Me: Antagonistic pleiotropy? How the hell do I know?

Matthew: He he. The more you know, the more you realise we know nothing about anything.

Me: Nothing about anything? Not how many hydrogen atoms in a normal water molecule? Not when we split off from the ancestors of chimps? Not how old the universe or the Earth are?

Matthew: You know what I mean. Don’t be a curmudgeon


h/t: Hempenstein

A day at the Aquarium

December 29, 2015 • 2:00 pm

by Greg Mayer

My Okinawa correspondents spent Boxing Day at the Okinawa Churaumi Aquarium, and sent me a bunch of pictures. The aquarium is a sprawling complex on the coast in northwestern Okinawa, and includes large areas of gardens and park land, and a recreation of traditional Okinawan homes and buildings, as well as the aquarium proper.

Okinawa Charaumi Aquarium
Okinawa Churaumi Aquarium

It reminded me, as I’m sure it did many of you, of the Sausalito Cetacean Institute. That’s Ie Shima island in the background.

Okinawa Churaumi Aquarium
Okinawa Churaumi Aquarium

One of the main attractions at the Aquarium is the Kuroshio Sea Tank. It’s enormous.

Kuroshio Sea Tank
Kuroshio Sea Tank

When my correspondents told me they were going to the Aquarium, they mentioned something about “whale sharks”, but I didn’t query them further. It turns out the Aquarium actually has whale sharks (Rhincodon typus), the world’s largest species of fish!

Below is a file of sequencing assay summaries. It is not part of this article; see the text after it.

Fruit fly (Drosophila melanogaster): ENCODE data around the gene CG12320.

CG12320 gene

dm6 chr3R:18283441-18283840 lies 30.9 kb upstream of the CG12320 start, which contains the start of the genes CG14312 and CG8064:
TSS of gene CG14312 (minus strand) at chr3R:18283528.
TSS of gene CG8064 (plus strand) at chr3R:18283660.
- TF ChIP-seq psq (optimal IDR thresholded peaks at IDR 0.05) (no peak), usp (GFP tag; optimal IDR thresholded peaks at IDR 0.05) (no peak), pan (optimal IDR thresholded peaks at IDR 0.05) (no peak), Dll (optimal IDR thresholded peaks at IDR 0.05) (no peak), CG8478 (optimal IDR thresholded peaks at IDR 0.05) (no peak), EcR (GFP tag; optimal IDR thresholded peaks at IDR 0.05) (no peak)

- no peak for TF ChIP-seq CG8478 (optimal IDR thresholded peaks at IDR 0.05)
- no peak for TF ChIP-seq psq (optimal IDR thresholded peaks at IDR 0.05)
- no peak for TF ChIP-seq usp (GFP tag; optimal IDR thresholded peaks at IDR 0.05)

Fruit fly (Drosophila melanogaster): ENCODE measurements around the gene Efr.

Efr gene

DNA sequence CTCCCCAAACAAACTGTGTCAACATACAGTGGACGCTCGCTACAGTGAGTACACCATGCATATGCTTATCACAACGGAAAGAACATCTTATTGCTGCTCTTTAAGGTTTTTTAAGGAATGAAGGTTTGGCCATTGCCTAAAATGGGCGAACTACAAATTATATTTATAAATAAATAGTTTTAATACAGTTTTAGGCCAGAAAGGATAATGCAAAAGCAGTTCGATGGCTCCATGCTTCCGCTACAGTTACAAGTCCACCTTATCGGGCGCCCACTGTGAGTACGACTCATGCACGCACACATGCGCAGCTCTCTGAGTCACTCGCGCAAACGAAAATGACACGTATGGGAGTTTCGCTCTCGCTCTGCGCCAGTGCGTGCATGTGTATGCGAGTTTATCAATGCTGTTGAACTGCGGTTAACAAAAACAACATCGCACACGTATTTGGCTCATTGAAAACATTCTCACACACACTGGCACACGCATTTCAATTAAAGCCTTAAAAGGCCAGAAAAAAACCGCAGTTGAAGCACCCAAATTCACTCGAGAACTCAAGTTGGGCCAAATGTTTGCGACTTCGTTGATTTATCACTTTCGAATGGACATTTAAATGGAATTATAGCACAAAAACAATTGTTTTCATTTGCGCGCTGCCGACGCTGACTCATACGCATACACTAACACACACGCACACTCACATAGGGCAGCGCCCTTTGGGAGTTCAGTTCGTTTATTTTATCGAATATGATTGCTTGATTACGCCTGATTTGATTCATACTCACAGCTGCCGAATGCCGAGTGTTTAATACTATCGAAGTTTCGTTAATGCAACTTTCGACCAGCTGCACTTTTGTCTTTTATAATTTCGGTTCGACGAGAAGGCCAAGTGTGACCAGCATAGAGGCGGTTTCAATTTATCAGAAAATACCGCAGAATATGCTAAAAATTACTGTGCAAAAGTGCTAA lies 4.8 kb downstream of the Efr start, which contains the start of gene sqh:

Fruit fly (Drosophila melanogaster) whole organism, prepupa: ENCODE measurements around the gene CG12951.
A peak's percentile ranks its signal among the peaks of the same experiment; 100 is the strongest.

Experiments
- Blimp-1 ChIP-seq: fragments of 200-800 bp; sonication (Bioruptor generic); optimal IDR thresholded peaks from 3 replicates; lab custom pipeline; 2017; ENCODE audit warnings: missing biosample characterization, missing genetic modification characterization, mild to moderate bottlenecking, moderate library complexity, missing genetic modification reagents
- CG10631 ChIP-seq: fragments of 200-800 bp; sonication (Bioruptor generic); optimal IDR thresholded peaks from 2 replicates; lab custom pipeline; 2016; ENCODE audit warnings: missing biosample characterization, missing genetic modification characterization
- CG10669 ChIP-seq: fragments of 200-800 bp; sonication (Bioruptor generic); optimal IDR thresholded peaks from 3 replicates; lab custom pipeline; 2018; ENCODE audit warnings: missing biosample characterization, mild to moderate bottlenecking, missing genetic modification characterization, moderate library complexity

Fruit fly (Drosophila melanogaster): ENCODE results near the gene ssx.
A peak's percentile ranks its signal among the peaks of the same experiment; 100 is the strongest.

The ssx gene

A whale shark
A whale shark

And not just one!

Two whale sharks
Two whale sharks

Although whale sharks are, for sharks, specialized feeders– they feed on plankton– they are “typical shark” shaped.

Sharks are cartilaginous fishes (Chondrichthyes), which are of two main types: the Holocephali, comprising the ratfishes and chimaeras (we’ve mentioned them here before at WEIT), and the Elasmobranchi, comprising sharks and rays. Most people have a good idea of what sharks and rays look like. Here are some more typical sharks (I don’t know what species– any shark people out there?) Note that the gill slits are on the side of the head; the fellow in the middle is male, as you can tell by the large claspers medial to the pelvic fins.

Typical sharks
Typical sharks